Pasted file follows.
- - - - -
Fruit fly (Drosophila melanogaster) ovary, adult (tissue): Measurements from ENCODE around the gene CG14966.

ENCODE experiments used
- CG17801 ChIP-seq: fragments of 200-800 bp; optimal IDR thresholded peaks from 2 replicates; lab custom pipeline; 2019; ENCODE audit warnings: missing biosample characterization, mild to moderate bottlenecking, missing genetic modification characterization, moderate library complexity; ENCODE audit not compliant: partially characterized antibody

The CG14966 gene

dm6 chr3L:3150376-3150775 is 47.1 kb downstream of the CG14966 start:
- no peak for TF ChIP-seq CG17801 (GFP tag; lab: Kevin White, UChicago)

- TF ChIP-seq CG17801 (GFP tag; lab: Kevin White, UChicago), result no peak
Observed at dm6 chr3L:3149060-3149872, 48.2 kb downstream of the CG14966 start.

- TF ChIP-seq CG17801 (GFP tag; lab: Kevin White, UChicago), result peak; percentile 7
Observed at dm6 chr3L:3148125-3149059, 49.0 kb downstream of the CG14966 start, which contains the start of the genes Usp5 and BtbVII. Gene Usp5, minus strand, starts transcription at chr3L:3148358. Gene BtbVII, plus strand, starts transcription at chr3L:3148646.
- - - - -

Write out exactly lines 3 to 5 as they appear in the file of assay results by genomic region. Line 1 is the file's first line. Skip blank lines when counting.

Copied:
- CG17801 ChIP-seq: fragments of 200-800 bp; optimal IDR thresholded peaks from 2 replicates; lab custom pipeline; 2019; ENCODE audit warnings: missing biosample characterization, mild to moderate bottlenecking, missing genetic modification characterization, moderate library complexity; ENCODE audit not compliant: partially characterized antibody

The CG14966 gene

dm6 chr3L:3150376-3150775 is 47.1 kb downstream of the CG14966 start: